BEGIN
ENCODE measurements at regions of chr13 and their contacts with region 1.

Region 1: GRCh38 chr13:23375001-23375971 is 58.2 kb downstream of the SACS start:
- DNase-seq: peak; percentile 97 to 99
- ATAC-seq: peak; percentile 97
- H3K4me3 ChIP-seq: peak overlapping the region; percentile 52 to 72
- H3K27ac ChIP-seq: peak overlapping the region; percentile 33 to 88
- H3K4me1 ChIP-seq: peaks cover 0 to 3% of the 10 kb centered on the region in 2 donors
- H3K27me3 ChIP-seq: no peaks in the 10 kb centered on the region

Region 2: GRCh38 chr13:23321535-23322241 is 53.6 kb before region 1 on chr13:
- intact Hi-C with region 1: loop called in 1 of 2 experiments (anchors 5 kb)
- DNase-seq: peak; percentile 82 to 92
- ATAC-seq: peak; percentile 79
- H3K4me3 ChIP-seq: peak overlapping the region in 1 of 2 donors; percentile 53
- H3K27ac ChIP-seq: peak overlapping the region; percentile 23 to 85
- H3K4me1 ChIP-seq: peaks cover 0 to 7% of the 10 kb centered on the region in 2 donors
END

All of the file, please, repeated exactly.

ENCODE measurements at regions of chr13 and their contacts with region 1.

Region 1: GRCh38 chr13:23375001-23375971 is 58.2 kb downstream of the SACS start:
- DNase-seq: peak; percentile 97 to 99
- ATAC-seq: peak; percentile 97
- H3K4me3 ChIP-seq: peak overlapping the region; percentile 52 to 72
- H3K27ac ChIP-seq: peak overlapping the region; percentile 33 to 88
- H3K4me1 ChIP-seq: peaks cover 0 to 3% of the 10 kb centered on the region in 2 donors
- H3K27me3 ChIP-seq: no peaks in the 10 kb centered on the region

Region 2: GRCh38 chr13:23321535-23322241 is 53.6 kb before region 1 on chr13:
- intact Hi-C with region 1: loop called in 1 of 2 experiments (anchors 5 kb)
- DNase-seq: peak; percentile 82 to 92
- ATAC-seq: peak; percentile 79
- H3K4me3 ChIP-seq: peak overlapping the region in 1 of 2 donors; percentile 53
- H3K27ac ChIP-seq: peak overlapping the region; percentile 23 to 85
- H3K4me1 ChIP-seq: peaks cover 0 to 7% of the 10 kb centered on the region in 2 donors